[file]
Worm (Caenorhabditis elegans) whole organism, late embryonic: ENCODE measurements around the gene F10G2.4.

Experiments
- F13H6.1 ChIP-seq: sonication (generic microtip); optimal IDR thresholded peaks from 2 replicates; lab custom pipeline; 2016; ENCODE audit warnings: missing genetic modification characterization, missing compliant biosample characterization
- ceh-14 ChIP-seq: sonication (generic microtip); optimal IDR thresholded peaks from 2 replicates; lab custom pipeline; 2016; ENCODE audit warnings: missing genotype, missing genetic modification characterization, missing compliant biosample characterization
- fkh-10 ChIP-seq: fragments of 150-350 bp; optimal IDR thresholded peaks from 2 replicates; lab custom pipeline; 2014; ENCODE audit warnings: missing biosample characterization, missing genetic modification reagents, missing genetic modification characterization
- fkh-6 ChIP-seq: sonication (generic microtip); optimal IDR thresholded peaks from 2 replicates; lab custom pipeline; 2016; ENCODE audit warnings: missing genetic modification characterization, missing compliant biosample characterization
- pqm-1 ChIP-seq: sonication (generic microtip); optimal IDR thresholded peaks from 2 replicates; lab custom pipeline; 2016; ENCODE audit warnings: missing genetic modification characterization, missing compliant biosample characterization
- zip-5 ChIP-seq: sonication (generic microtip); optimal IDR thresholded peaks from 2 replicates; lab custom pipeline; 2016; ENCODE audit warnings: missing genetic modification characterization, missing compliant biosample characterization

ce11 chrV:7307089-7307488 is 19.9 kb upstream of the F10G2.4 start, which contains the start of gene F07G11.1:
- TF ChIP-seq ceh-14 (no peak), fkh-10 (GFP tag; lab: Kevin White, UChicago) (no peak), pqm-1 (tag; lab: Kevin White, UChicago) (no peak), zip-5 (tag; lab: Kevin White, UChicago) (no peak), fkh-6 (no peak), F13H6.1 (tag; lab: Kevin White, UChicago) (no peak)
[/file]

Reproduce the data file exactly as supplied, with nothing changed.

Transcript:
Worm (Caenorhabditis elegans) whole organism, late embryonic: ENCODE measurements around the gene F10G2.4.

Experiments
- F13H6.1 ChIP-seq: sonication (generic microtip); optimal IDR thresholded peaks from 2 replicates; lab custom pipeline; 2016; ENCODE audit warnings: missing genetic modification characterization, missing compliant biosample characterization
- ceh-14 ChIP-seq: sonication (generic microtip); optimal IDR thresholded peaks from 2 replicates; lab custom pipeline; 2016; ENCODE audit warnings: missing genotype, missing genetic modification characterization, missing compliant biosample characterization
- fkh-10 ChIP-seq: fragments of 150-350 bp; optimal IDR thresholded peaks from 2 replicates; lab custom pipeline; 2014; ENCODE audit warnings: missing biosample characterization, missing genetic modification reagents, missing genetic modification characterization
- fkh-6 ChIP-seq: sonication (generic microtip); optimal IDR thresholded peaks from 2 replicates; lab custom pipeline; 2016; ENCODE audit warnings: missing genetic modification characterization, missing compliant biosample characterization
- pqm-1 ChIP-seq: sonication (generic microtip); optimal IDR thresholded peaks from 2 replicates; lab custom pipeline; 2016; ENCODE audit warnings: missing genetic modification characterization, missing compliant biosample characterization
- zip-5 ChIP-seq: sonication (generic microtip); optimal IDR thresholded peaks from 2 replicates; lab custom pipeline; 2016; ENCODE audit warnings: missing genetic modification characterization, missing compliant biosample characterization

ce11 chrV:7307089-7307488 is 19.9 kb upstream of the F10G2.4 start, which contains the start of gene F07G11.1:
- TF ChIP-seq ceh-14 (no peak), fkh-10 (GFP tag; lab: Kevin White, UChicago) (no peak), pqm-1 (tag; lab: Kevin White, UChicago) (no peak), zip-5 (tag; lab: Kevin White, UChicago) (no peak), fkh-6 (no peak), F13H6.1 (tag; lab: Kevin White, UChicago) (no peak)